What’s Cheaper: Full-Time RVing or Renting an Apartment?

A couple years ago I was living on Sixth Street in downtown Austin, Texas. I was paying an arm and a leg for a studio apartment that was only 400 sq. ft. Last year after getting married, my wife and I quit our jobs, bought an RV off craigslist, and hit the road for seven months on a 48-state RV tour called Hourly America. While we lost 200 square ft of room, our home now had wheels and could take us wherever we wanted to go.

What's cheaper-

One of the biggest unknown factors about RVing was how much we were going to spend on lodging. Would it be more or less than we would have paid living in an Austin apartment? Could we find cheap places to stay or maybe boondock as well? This was all new and unfamiliar territory for us.

After traveling all over the country this past year, we did figure out how to find cheap (and even free) places to park our RV and how to get by spending very little money at all on lodging. As of today, we’ve been RVing full-time over 15 months (and have traveled to all 50 states). Recently we decided to do some calculations to figure out exactly how much money we would have spent living in an apartment versus RVing across the country.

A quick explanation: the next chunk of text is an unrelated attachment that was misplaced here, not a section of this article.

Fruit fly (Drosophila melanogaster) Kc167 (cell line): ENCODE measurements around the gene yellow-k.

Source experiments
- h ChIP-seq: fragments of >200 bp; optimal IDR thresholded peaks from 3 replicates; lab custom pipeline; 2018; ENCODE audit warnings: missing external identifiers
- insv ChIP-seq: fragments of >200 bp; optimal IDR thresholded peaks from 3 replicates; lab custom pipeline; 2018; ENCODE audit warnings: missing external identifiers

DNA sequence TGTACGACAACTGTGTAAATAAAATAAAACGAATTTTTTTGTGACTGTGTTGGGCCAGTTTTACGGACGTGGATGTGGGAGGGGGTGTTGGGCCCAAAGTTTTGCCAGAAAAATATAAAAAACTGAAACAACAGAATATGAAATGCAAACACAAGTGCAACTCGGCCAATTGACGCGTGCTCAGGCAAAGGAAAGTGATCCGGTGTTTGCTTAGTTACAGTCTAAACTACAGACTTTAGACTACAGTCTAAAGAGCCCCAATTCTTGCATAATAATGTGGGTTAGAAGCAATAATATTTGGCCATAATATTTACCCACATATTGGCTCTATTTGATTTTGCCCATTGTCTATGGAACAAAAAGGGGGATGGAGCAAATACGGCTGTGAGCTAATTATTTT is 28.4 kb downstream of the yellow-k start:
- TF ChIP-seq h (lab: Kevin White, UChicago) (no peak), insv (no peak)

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A quick Google search educated us that the average rent in Austin for a one bedroom apartment is $1,155/month (see here on rentjungle.com). We did some number crunching and realized that rent in Austin for 15 months would have been around $17,325 (not counting things like utilities, which you don’t pay while full-timing).

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Then we took a look at all the RV lodging (RV parks, campgrounds, etc.) we’d paid for since last June. We also took into consideration the price of our RV, which was $11,500, and the total amount of our lodging expenses came out to $17,560.92 (view a breakdown of all expenses here).

Look at how similar those numbers are. In fact, by the end of this month, we will have spent less money while full-time RVing across the entire US than we would have if we stayed put in a one bedroom apartment in Austin.

Pretty crazy, right?

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15 months of full-time RVing (+ $11,500 for the RV) = $17,560.92
15 months of rent in Austin= $17,325

Now, you can throw into consideration a thousand different situations here. For example, we could have bought a much more expensive RV, or we could have found a cheaper apartment. The point isn’t to try to sway you one way or the other, the purpose is to show that buying an RV and traveling around the country can financially compete with sitting still in a city apartment–plus RVing is way more fun.

There are a lot of other financial factors to consider if you decided to live in an apartment or drive an RV, but if you want to an example of the real costs associated with driving an RV across the country (plus how to do it super cheap) you can view our full expense breakdown from RVing to 48 states here.

Are you currently living in an apartment (or home) and thinking about hitting the road? Leave a comment below if I can help answer any questions you might have. Or if you’re already full-time RVing, have you seen your expenses go up, down, or stay the same?

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What do you think?